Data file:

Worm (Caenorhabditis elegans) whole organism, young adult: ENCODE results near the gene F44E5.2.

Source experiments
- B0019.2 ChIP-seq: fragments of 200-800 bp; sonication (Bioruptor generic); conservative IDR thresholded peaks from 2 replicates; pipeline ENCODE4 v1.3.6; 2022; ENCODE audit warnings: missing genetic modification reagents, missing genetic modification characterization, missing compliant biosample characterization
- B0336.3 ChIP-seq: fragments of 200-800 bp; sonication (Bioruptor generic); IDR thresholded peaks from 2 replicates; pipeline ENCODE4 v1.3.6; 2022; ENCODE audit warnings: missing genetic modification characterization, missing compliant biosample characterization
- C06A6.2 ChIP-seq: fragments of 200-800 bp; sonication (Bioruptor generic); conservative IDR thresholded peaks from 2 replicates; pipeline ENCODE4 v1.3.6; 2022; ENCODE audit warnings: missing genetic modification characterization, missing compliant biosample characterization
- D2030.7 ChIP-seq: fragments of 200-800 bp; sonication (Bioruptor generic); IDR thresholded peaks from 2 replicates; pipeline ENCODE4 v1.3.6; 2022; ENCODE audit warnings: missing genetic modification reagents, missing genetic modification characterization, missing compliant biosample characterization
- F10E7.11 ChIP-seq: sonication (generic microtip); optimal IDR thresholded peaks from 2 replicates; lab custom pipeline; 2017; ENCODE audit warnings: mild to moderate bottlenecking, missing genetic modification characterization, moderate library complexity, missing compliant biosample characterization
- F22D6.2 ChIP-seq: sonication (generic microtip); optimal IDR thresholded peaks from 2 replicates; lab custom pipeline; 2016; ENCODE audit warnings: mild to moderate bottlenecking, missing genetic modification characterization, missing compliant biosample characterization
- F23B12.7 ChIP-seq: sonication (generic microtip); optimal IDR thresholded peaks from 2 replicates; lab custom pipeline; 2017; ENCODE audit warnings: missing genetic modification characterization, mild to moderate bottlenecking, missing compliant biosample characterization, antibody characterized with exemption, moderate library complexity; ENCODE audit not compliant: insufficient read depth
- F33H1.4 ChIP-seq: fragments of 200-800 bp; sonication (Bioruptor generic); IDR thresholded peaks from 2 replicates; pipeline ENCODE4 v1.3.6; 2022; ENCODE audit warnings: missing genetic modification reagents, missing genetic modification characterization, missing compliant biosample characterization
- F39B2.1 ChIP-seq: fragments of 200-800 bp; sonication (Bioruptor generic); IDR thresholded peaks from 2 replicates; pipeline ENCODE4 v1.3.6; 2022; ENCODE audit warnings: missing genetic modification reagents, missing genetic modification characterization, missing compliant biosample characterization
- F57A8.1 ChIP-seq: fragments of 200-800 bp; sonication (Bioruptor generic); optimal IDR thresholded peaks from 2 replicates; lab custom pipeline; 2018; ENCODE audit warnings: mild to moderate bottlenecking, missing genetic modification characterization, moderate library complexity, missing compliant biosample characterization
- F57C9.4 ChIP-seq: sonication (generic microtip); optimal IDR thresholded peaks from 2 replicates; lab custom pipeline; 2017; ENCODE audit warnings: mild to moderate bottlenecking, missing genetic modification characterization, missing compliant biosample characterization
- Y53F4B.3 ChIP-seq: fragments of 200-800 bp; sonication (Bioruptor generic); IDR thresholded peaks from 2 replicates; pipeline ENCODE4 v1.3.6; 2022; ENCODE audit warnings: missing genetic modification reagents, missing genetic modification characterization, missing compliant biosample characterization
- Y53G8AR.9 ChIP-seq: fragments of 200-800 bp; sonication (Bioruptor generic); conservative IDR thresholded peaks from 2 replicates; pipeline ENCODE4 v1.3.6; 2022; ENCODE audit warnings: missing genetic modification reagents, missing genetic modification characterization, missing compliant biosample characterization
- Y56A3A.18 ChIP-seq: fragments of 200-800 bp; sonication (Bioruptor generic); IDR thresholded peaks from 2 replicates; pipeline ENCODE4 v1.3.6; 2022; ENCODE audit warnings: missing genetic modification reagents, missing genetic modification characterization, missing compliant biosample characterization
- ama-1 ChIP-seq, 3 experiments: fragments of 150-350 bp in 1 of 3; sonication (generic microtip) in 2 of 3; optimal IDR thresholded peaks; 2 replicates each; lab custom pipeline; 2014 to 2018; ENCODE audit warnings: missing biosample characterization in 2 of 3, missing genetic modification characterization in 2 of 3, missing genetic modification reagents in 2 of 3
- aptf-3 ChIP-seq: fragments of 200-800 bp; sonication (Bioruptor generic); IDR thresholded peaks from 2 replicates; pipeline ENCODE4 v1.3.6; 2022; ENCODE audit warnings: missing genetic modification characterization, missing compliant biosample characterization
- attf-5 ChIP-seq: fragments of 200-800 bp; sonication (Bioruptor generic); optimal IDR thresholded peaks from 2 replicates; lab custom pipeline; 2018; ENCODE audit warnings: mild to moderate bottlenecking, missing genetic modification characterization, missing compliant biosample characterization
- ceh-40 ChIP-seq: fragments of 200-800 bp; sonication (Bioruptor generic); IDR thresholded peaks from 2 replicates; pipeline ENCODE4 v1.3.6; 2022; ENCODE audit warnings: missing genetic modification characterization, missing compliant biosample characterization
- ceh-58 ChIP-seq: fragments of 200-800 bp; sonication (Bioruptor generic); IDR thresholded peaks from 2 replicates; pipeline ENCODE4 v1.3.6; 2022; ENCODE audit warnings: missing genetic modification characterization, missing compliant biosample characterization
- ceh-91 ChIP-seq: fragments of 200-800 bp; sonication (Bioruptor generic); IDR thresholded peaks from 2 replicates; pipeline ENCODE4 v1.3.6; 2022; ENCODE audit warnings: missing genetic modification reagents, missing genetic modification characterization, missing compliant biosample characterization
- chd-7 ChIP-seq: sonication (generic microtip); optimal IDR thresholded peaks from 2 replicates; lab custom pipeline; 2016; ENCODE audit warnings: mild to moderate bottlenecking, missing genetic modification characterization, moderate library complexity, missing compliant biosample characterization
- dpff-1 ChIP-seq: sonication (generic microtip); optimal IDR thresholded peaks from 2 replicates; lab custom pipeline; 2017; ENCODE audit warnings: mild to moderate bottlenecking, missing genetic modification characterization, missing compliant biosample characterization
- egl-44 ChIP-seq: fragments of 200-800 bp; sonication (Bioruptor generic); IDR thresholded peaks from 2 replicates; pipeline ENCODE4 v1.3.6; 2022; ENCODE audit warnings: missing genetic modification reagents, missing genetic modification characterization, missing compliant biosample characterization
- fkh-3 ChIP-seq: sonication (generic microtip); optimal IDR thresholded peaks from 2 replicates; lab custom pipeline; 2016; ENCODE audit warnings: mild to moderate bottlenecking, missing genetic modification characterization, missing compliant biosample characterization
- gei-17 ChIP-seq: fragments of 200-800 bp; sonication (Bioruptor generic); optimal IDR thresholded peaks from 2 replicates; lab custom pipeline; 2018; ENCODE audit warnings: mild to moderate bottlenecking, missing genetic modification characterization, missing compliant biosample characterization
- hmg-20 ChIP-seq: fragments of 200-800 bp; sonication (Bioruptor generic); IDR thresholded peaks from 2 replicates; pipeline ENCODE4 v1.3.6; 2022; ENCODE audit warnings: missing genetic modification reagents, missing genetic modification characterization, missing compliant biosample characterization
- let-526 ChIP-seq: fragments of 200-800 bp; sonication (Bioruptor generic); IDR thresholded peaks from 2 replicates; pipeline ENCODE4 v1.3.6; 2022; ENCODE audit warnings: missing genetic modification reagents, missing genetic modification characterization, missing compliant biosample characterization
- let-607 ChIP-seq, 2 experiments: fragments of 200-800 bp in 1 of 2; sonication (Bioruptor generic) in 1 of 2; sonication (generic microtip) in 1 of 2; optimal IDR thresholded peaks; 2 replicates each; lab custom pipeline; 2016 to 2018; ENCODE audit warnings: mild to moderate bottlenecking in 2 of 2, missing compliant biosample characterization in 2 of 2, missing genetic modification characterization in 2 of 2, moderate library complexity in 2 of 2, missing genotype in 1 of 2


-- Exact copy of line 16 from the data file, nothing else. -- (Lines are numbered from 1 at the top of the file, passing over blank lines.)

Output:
- Y56A3A.18 ChIP-seq: fragments of 200-800 bp; sonication (Bioruptor generic); IDR thresholded peaks from 2 replicates; pipeline ENCODE4 v1.3.6; 2022; ENCODE audit warnings: missing genetic modification reagents, missing genetic modification characterization, missing compliant biosample characterization